> order to
                                  > make an appropriate decision.

                                  Yes. :)

                                  I've just tried to reduce the question to the minimum at this point.

                                  But of course you're right. The more complex behaviour of the trainer
                                  might even be pretty much predictable when one knows the exact
                                  algorithm hidden here, but at the same time might appear to be
                                  completely random to a user looking from the outside. As far as I
                                  understand REST deals with what is visible from the outside.

                                  > That means that the list of what has been
                                  > completed has to be included explicitly or implicitly in the url.
                                  >
                                  > Explicitly (client keeps track of which are completed):
                                  > http://example.com/thetrainer?completed=1+2+3+4
                                  >
                                  > Implicitly (server keeps track of which are completed):
                                  > http://example.com/thetrainer?student=foo
                                  > (add authentication details here?)
                                  >
                                  > In the client-side case you would likely need to be rewriting hrefs in
                                  > pages your return to the student to include the list of completed
                                  > items.
                                  > In the server-side case you would likely need the client to PUT or
                                  > POST
                                  > information about completed courses, possibly in the form of completed
                                  > exam papers for example.

                                  Yes, absolutely.

                                  I've started implementing this having the server keeping track of the
                                  state.

                                  --
                                  sven fuchs fon: +49 (58 45) 98 89 58
                                  artweb design fax: +49 (58 45) 98 89 57
                                  breite straße 65 www: http://www.artweb-design.de
                                  de-29468 bergen mail: svenfuchs@...
                                • Sven Fuchs
                                  (resending this to the list, sorry for the dupe, Mark) ... Yes :) But what s the advantage here? I m probably not seeing it. I understand that this has the
                                  Message 16 of 17 , Feb 4, 2007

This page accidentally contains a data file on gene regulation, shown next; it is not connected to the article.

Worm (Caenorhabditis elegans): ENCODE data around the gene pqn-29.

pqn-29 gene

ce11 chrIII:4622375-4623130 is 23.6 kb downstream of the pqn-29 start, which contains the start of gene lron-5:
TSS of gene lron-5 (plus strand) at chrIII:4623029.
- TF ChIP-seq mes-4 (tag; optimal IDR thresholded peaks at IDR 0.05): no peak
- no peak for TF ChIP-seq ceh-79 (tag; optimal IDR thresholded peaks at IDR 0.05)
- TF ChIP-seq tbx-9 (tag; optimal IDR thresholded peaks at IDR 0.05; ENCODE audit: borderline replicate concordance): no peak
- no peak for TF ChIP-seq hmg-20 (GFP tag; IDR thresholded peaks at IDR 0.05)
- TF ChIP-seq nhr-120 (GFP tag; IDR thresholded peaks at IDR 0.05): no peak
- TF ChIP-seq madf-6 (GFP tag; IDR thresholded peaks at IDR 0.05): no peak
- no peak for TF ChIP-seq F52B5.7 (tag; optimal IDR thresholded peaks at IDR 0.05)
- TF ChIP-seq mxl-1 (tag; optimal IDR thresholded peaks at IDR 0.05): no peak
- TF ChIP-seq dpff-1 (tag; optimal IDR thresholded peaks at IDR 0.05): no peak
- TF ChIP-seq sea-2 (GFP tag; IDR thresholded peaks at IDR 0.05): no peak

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                                    (resending this to the list, sorry for the dupe, Mark)

                                    Am 02.02.2007 um 13:30 schrieb Mark Baker:
                                    > Ok, but you needn't use text/uri-list. text/html would work as well
                                    > (with lots more content, of course). The point is simply that you can
                                    > treat the die/dice as a random data source and therefore a vanilla
                                    > GET/200 exchange should suffice.

                                    Yes :)

                                    But what's the advantage here? I'm probably not seeing it.

                                    I understand that this has the advantage of decoupeling things even
                                    further than a 302 Found response does in that it (the 200 Ok text/
                                    uri-list) leaves the decision of calling the URI (or doing whatever
                                    else with it) completely to the client.

                                    So, I could see how I would want to use this approach in an (say)
                                    AJAX-based application. But, as I'm planning to go with plain HTML,
                                    the usual browsers etc. ... how would I use this?


                                    > On 2/2/07, Sven Fuchs <svenfuchs@...> wrote:
                                    >> Am 01.02.2007 um 19:56 schrieb Mark Baker:
                                    >>> How about;
                                    >>> GET /trainer
                                    >>> ->
                                    >>> 200 Ok
                                    >>> Content-Type: text/uri-list
                                    >>> http://example.org/activity/9
                                    >>
                                    >> Cool :)
                                    >>